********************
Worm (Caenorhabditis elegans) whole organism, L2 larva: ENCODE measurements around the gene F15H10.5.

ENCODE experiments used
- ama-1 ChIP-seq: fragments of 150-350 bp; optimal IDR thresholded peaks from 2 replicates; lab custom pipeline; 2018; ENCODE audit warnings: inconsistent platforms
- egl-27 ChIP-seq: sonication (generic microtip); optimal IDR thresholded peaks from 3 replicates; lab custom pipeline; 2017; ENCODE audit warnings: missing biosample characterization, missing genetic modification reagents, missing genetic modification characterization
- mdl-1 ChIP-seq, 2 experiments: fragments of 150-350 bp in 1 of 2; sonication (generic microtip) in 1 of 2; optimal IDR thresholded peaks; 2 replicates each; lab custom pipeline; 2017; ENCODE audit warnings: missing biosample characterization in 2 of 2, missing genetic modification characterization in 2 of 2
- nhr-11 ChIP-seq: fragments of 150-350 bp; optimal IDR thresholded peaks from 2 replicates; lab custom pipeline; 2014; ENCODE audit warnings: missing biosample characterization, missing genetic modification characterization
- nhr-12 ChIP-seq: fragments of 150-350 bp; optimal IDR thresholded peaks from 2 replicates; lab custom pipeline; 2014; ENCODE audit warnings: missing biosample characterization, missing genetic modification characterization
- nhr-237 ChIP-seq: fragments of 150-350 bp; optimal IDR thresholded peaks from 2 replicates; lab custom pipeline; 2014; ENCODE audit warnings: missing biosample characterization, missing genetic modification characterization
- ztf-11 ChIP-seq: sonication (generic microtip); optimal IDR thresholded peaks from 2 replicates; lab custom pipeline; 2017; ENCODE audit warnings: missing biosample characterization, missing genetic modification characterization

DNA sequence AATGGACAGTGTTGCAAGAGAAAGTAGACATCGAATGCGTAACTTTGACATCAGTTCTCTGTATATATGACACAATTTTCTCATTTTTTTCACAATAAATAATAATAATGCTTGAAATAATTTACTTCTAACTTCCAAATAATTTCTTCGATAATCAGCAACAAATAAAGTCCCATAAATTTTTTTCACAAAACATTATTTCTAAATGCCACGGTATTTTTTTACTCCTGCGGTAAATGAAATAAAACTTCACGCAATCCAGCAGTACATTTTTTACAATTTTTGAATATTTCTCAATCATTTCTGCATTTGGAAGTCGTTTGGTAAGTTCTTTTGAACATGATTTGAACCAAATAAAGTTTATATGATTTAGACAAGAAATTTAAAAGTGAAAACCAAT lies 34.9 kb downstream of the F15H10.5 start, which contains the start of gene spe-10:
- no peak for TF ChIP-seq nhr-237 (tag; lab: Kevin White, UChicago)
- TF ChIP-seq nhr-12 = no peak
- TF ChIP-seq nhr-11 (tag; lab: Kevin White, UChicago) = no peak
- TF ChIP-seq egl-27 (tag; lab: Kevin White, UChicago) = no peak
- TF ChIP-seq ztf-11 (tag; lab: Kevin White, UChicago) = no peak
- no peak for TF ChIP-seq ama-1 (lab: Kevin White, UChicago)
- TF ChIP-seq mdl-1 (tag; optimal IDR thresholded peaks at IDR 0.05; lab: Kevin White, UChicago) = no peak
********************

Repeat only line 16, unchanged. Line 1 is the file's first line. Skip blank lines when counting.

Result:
- no peak for TF ChIP-seq ama-1 (lab: Kevin White, UChicago)